Former team-mates and opponents have been paying tribute to ex-Ipswich and England defender Kevin Beattie, who has died from a suspected heart attack.
Former England captain Terry Butcher said he was “devastated” by the death of the 64-year-old.
“He was my hero and my inspiration,” Butcher said. “You try to model yourself on him but it was impossible – he was the complete footballer.”
George Burley, who won the FA Cup with Beattie, said he was “a legend”.
Beattie was born in Carlisle and moved to Ipswich when he was 15, going on to make 296 starts for the club, scoring 32 goals. He was a PFA Young Player of the Year, represented England nine times and also won the Uefa Cup under Sir Bobby Robson.
He is widely considered by fans and former players of Ipswich to be the club’s best-ever player.
Sir Bobby, who died in 2009, said Beattie was the “best defensive player that this country has produced”.
In his autobiography, Sir Bobby said he signed Beattie after scout Ron Gray described him as a “colossus” with a “neck like a bull”.
Butcher said he first watched Beattie as a fan and idolised him throughout his career.
“I used to watch him from the terraces and marvel at his strength and ability,” Butcher told BBC Radio Suffolk.
“He used to hurt people by simple tackles but he wasn’t vicious, he was one of the loveliest men you’d meet on the pitch as well – he was a gentleman. But he was strong and wanted to win.”
Beattie’s career was hampered by injuries and it was all but over when he left Ipswich at the age of 28.
“He put his body on the line, and in the end his injuries helped other people, myself included, get in the team,” Butcher said. “But you didn’t want to get in the team because I just used to love watching him play.
“He had spring-like legs. His spring and timing was immaculate. When he went up to head the ball, nobody else was going to win it.
“When he used to shoot with his left foot it was like an Exocet.”
George Burley said Beattie’s athleticism and determination to win meant “nobody could play against him”.
“He was quicker than anybody, stronger; he was fantastic in the air, he had a left foot that was like a sledgehammer – he virtually scored from the halfway line in one game,” Burley said.
“And as a fella, Kev was one of these lads where if anyone was struggling, he’d come help you. If somebody needed £2 for a taxi, ‘I’ll give you it’, anything like that.
“If anybody wanted something they’d go to Kevin, and Kevin took it all on himself and really enjoyed doing that. He was that type of lad.”
Allan Hunter, whose partnership with Beattie earned them the nicknames “Bacon and Eggs” from Sir Bobby, said his former team-mate was a “fantastic fella and a fantastic player”.
“He was the greatest thing I ever played with, and that includes George Best,” the former Northern Ireland international said.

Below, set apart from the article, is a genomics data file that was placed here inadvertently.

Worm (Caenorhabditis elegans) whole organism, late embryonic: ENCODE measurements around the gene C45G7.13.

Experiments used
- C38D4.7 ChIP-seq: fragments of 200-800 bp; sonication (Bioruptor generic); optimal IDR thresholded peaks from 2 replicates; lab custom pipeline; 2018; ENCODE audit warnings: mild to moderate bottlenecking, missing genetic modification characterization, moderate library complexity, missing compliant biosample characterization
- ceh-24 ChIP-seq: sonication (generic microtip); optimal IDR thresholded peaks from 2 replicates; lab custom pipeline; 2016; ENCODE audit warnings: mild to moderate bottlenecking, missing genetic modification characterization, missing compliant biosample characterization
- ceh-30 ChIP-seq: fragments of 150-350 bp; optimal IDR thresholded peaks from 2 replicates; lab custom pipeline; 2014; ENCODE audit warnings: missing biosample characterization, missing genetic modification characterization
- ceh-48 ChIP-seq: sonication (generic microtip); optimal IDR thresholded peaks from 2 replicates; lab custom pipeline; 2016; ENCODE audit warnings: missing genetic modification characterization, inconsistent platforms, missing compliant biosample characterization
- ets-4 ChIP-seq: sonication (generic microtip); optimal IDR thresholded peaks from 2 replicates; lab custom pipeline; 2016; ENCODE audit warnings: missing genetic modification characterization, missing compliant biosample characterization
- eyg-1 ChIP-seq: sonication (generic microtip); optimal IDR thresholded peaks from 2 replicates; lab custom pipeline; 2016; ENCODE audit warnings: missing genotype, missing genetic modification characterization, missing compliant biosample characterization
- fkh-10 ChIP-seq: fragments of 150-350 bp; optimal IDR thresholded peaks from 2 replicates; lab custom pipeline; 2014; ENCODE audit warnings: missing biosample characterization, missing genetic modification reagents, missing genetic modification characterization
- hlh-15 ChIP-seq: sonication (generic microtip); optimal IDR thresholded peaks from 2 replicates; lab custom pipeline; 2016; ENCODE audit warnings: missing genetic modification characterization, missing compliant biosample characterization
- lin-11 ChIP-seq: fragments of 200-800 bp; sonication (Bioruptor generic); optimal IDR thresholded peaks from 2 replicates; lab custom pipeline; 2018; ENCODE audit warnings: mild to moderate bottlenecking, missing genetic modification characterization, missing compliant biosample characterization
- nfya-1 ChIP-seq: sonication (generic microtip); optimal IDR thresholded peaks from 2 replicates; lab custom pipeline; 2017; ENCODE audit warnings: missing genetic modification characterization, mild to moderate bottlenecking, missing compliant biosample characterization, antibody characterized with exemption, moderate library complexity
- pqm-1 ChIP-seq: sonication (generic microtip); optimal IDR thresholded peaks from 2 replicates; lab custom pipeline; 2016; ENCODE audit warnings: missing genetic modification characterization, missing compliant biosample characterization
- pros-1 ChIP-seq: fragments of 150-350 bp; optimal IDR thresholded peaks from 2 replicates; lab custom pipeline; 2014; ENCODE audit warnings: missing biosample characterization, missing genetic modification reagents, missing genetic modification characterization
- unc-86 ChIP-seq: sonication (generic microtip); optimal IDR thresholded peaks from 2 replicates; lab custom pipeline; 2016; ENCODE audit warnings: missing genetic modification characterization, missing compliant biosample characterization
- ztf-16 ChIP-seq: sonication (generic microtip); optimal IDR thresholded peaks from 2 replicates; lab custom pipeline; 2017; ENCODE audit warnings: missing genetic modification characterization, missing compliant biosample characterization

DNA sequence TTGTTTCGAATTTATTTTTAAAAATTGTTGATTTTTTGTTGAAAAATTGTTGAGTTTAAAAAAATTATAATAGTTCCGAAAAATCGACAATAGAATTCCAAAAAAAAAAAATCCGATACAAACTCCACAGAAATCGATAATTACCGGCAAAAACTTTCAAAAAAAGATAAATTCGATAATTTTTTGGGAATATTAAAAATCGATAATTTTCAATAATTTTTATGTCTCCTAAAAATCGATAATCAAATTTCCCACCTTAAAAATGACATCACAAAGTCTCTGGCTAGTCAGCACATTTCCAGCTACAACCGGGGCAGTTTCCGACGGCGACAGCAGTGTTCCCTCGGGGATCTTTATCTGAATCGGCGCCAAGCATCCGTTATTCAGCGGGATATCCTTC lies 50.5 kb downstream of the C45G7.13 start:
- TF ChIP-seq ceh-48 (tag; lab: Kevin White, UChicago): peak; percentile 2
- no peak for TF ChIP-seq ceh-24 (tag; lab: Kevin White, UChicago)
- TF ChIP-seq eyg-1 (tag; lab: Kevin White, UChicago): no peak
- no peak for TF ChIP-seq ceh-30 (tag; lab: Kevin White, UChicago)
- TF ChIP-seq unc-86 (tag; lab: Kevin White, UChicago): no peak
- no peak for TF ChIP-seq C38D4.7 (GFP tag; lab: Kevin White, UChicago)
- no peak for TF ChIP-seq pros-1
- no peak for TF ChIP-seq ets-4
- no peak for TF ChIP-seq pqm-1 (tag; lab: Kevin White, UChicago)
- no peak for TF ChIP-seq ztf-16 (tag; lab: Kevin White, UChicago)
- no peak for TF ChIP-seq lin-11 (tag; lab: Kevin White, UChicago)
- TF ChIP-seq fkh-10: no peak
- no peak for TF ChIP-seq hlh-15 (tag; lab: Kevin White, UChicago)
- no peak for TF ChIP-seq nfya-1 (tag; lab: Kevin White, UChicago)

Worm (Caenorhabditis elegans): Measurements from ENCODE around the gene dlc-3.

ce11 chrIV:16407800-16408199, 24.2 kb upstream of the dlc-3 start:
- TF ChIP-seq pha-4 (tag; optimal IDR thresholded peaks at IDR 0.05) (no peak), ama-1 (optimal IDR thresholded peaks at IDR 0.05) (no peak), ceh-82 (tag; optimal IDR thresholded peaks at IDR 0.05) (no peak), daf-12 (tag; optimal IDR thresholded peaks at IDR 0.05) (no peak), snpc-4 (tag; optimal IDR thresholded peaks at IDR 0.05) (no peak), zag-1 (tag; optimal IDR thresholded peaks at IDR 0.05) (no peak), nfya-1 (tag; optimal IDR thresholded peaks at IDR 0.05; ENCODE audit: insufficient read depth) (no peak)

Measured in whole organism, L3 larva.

Mick Mills, who captained the FA Cup-winning side, said Beattie’s death was a “desperately sad moment”.
“There’s no doubt we’ve lost our best player,” Mills said. “The team was littered with good players, but I think everyone would say he was our best one.
“Not only was he a great player, if you wanted someone who was absolutely perfect for the dressing room, Kevin Beattie was your man. He was a laugh-a-minute and if there was any tomfoolery going on, he was part of it.”
Roger Osborne, who scored the only goal in the FA Cup final against Arsenal, said it had been an “honour” to share the pitch with Beattie.
“Beat was quite annoying, really, because everything came so easy for him,” Osborne said. “Us poorer players had to train really hard and work to keep our fitness. Beat used to stroll in and took it all for granted.
“He was just stronger, fitter and better than anyone else. He didn’t have to try.”
John Wark, part of the FA Cup and Uefa Cup-winning sides, said Beattie, lovingly called “Monster” by his team-mates, was “the best-ever” player for Ipswich.
“We had a lot of other great players but Beat was the one they couldn’t get by in the European games,” he said. “His downfall was his injuries.”
Former opponents and more recent players also paid tribute to Beattie, with ex-Manchester United, England and Millwall winger Gordon Hill calling him “a true gentleman and fantastic centre-half”.
And ex-Ipswich captain and Republic of Ireland midfielder Matt Holland called him “one of the greatest” Town players of all time.
Beattie was loved by fans and fellow professionals for his personality as much as his playing ability, with many of his team-mates describing him as a joker. Other stories paint him as a slightly hapless character, with Sir Bobby saying “trouble seemed to find him easily”.
In his autobiography, Sir Bobby recalled how Beattie once threw a can of petrol on a bonfire that had failed to light. From his hospital bed, Beattie told his manager he was “all right” and that he would be able to play the following day, but it turned out he was absent for the next five months.
“He was blessed and cursed at the same time,” Sir Bobby wrote. “Blessed with talent and cursed by bad luck.”
Beattie broke his arm in what proved to be his last match for Ipswich, a 1-0 defeat to Manchester City in the semi-final of the FA Cup in 1981.
He had short spells with Middlesbrough and Colchester after leaving Ipswich, but returned to the town to live after retiring. He led a modest life, caring for his wife Maggie, who has multiple sclerosis, in a council-owned bungalow.
He also reflected on whether injections to help him recover quickly from injuries had shortened his career.
“Football is the love of my life,” he said. “I’ve let myself down in a way, saying yes to injections and stuff like that. But I’ve got my memories and you can’t take that away.”
Mark Murphy’s Breakfast show on BBC Radio Suffolk was dedicated to Kevin Beattie and featured tributes from several former team-mates as well as fans. You can listen again via the iPlayer.